Happy Fathers' Day to our American readers! The New York Public Library has some book recommendations to honour the occasion.
Beyoncé and Jay-Z have caused a stir with their latest video, which was filmed at the Louvre. (If you're looking for a guide to the art featured in the video, Vulture has you covered.)
"Stay as invisible as possible," was Clemens Kalischer's advice for new photographers. The photojournalist died June 9 at the age of 97.
Get ready for a memorable address: Chimamanda Ngozi Adichie will receive the PEN Pinter Prize on October 9.
A "raw sense of connectivity": The Walrus profiles Billy-Ray Belcourt, the Cree poet and Rhodes scholar who recently won the Griffin Poetry Prize.
By Deb A.
Beware: This week's recap of news from the worlds of art, literature, and photography is definitely the first in the Agave blog's history to contain over 200 wooden penises.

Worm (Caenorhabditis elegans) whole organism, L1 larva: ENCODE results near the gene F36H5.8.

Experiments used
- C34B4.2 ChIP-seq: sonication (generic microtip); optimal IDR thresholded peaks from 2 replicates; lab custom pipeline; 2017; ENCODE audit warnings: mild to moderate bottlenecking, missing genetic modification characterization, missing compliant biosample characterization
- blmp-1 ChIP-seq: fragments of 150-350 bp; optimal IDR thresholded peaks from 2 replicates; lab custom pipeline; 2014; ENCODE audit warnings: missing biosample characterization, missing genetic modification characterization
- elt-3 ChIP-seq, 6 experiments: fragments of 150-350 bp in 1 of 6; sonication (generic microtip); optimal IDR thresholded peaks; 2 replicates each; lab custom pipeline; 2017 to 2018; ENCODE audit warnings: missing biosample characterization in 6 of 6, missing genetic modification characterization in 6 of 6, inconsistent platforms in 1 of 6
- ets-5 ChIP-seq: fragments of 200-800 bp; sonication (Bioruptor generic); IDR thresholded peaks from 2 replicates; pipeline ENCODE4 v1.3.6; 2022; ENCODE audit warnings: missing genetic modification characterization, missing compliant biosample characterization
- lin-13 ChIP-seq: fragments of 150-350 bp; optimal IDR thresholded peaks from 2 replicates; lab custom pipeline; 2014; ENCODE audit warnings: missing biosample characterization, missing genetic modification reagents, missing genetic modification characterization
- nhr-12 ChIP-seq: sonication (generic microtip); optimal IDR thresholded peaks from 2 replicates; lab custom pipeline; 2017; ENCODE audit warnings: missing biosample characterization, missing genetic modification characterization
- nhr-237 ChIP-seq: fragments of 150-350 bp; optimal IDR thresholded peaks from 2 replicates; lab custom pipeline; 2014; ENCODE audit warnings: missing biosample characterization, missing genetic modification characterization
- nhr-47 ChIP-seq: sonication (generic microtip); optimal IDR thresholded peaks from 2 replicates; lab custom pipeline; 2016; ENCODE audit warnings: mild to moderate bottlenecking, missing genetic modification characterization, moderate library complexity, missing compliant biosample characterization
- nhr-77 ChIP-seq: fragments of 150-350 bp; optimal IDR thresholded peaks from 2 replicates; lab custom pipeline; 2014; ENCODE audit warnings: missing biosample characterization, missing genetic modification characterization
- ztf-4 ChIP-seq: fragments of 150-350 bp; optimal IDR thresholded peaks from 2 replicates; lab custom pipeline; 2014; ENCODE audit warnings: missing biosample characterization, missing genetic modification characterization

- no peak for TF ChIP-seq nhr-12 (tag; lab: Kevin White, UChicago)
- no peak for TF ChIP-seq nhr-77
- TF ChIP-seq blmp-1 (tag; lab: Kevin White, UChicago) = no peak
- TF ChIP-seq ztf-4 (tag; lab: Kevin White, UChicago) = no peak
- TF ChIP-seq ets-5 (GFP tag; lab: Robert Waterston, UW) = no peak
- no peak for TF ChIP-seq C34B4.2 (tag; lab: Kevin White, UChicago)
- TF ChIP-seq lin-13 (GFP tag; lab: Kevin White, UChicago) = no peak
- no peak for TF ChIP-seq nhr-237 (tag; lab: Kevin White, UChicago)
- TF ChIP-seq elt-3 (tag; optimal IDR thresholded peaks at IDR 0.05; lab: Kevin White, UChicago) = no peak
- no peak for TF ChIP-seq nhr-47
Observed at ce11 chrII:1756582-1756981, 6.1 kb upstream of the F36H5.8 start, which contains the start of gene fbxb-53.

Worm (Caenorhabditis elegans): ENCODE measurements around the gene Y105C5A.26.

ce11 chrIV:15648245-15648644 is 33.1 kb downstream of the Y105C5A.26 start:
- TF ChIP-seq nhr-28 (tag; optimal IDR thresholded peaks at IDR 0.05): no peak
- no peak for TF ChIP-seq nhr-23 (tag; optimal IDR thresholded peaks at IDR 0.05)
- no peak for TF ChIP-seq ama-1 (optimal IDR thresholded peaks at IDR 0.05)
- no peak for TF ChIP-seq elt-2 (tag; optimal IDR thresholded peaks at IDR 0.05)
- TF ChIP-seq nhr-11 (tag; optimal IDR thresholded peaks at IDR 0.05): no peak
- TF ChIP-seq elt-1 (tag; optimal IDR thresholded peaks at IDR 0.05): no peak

Voting has opened for the Golden Man Booker prize. A title from each of the Man Booker's five decades of existence has been shortlisted--In A Free State by V.S. Naipaul, Moon Tiger by Penelope Lively, The English Patient by Michael Ondaatje, Wolf Hall by Hilary Mantel, and Lincoln in the Bardo by George Saunders. It's up to you to choose the winner. (The Man Booker Prizes)
"If I'm not an American, I'm nothing." Philip Roth died at the age of 85 on May 22nd. For an overview of his career and his place in cultural history, The Major Phases of Philip Roth by David Gooblar provides excellent insight. (The New York Times, Bloomsbury)